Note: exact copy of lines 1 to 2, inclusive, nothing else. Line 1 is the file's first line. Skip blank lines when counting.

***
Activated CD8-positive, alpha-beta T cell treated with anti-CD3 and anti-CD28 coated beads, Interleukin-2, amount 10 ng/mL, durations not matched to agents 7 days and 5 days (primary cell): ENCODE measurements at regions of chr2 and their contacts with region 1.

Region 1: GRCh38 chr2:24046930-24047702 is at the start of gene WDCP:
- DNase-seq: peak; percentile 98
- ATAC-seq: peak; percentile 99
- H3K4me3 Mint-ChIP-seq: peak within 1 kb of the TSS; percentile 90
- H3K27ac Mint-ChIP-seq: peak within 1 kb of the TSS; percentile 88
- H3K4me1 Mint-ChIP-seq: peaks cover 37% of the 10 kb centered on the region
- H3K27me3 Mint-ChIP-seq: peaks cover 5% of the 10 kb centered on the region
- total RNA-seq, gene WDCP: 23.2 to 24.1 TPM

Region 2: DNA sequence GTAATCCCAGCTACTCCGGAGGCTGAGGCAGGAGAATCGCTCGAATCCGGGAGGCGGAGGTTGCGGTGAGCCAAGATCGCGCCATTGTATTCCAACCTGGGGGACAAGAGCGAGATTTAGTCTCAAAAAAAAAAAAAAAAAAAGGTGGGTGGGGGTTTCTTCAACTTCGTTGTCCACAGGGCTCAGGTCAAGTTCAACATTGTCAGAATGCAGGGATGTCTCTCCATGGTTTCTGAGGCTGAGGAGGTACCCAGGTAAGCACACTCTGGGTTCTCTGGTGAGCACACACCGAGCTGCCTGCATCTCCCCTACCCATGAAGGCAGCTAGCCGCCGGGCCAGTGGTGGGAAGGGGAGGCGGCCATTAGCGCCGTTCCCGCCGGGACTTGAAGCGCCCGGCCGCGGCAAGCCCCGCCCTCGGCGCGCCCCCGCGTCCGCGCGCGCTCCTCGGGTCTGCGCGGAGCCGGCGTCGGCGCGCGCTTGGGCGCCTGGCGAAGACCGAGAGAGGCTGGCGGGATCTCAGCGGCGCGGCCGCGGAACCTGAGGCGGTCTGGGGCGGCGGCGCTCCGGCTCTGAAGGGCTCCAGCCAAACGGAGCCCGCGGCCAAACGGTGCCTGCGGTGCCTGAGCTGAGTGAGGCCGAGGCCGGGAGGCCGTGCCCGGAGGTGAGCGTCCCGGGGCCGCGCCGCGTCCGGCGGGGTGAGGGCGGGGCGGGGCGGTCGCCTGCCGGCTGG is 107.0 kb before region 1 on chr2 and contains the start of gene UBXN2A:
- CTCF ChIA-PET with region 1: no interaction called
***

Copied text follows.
Activated CD8-positive, alpha-beta T cell treated with anti-CD3 and anti-CD28 coated beads, Interleukin-2, amount 10 ng/mL, durations not matched to agents 7 days and 5 days (primary cell): ENCODE measurements at regions of chr2 and their contacts with region 1.

Region 1: GRCh38 chr2:24046930-24047702 is at the start of gene WDCP: